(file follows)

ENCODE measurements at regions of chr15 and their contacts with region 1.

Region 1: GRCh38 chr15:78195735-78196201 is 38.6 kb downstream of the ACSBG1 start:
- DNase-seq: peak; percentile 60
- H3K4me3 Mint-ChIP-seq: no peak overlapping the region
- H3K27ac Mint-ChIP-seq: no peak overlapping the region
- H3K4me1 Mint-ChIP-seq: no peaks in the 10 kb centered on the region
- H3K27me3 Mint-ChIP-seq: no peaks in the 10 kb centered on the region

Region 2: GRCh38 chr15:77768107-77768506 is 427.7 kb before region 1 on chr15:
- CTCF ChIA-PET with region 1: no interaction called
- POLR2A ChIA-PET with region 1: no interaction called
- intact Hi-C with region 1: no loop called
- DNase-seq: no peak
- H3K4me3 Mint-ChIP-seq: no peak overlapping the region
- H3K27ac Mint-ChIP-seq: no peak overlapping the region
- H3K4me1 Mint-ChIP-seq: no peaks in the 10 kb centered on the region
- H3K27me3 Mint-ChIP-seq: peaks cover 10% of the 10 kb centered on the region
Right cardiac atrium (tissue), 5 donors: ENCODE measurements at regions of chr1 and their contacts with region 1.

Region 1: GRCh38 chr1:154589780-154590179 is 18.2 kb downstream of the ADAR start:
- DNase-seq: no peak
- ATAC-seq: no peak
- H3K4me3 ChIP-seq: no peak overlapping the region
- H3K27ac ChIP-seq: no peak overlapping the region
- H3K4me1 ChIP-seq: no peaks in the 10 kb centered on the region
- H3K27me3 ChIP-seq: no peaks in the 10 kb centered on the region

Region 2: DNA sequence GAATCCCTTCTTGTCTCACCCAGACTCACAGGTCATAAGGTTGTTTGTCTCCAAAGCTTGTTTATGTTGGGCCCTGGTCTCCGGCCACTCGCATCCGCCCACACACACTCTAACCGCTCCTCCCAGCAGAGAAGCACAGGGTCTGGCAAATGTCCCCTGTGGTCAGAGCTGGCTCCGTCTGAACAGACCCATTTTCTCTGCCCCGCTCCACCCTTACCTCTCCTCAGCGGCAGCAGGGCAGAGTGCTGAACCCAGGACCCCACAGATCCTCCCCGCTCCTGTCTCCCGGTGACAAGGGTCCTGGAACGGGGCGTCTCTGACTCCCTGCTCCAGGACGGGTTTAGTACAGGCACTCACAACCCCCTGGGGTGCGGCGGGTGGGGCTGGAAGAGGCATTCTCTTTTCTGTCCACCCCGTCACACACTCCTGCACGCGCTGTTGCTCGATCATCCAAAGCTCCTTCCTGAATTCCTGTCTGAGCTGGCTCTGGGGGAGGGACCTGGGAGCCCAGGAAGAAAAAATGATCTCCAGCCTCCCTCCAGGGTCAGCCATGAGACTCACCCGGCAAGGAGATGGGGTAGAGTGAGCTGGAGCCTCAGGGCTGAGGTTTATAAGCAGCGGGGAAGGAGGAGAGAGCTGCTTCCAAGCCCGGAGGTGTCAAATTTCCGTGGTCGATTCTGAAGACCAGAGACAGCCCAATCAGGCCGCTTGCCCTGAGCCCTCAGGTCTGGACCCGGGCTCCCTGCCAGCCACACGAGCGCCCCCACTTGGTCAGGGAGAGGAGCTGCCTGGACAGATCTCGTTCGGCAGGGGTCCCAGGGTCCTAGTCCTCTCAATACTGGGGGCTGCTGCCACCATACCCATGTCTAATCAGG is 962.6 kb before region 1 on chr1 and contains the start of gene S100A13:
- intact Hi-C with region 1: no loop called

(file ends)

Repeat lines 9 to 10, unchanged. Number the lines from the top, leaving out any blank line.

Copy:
- CTCF ChIA-PET with region 1: no interaction called
- POLR2A ChIA-PET with region 1: no interaction called